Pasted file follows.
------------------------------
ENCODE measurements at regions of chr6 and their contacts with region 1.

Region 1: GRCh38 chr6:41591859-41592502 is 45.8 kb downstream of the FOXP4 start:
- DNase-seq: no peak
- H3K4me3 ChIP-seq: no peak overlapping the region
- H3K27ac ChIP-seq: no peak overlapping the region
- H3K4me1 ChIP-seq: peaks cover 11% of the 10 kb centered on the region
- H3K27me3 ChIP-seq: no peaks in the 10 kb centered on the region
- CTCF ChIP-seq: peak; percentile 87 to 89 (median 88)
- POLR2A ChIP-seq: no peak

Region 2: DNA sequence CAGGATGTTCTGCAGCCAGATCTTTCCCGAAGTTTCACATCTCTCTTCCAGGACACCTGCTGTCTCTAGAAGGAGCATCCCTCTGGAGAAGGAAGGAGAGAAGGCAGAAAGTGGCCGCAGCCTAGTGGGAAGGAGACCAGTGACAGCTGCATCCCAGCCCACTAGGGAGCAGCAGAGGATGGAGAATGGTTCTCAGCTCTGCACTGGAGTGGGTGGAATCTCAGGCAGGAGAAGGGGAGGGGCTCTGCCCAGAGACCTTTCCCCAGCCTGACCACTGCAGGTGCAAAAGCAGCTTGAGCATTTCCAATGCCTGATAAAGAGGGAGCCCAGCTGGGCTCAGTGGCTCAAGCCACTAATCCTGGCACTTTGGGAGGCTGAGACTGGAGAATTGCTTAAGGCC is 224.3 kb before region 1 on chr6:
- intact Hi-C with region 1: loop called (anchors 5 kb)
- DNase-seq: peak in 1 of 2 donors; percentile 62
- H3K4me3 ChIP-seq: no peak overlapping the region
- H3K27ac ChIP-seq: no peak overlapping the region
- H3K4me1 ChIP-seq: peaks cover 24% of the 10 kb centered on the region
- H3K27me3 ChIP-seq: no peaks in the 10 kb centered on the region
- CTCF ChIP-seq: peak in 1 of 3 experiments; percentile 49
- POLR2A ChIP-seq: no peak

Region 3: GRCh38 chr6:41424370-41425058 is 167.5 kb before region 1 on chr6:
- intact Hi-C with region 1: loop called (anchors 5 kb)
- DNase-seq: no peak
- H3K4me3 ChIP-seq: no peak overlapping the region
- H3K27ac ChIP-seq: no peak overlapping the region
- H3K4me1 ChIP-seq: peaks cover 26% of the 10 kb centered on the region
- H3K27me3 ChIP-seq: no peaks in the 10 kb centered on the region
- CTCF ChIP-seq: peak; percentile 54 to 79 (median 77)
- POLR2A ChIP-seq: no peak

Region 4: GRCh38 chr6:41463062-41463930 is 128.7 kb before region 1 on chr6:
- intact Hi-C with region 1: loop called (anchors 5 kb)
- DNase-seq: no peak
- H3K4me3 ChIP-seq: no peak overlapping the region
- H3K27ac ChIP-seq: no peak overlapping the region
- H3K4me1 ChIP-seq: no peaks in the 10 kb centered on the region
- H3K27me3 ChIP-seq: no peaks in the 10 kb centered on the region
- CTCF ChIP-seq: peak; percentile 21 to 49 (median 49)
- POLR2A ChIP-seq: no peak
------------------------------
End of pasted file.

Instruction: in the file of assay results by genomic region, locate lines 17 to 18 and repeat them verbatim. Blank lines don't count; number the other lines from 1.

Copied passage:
- CTCF ChIP-seq: peak in 1 of 3 experiments; percentile 49
- POLR2A ChIP-seq: no peak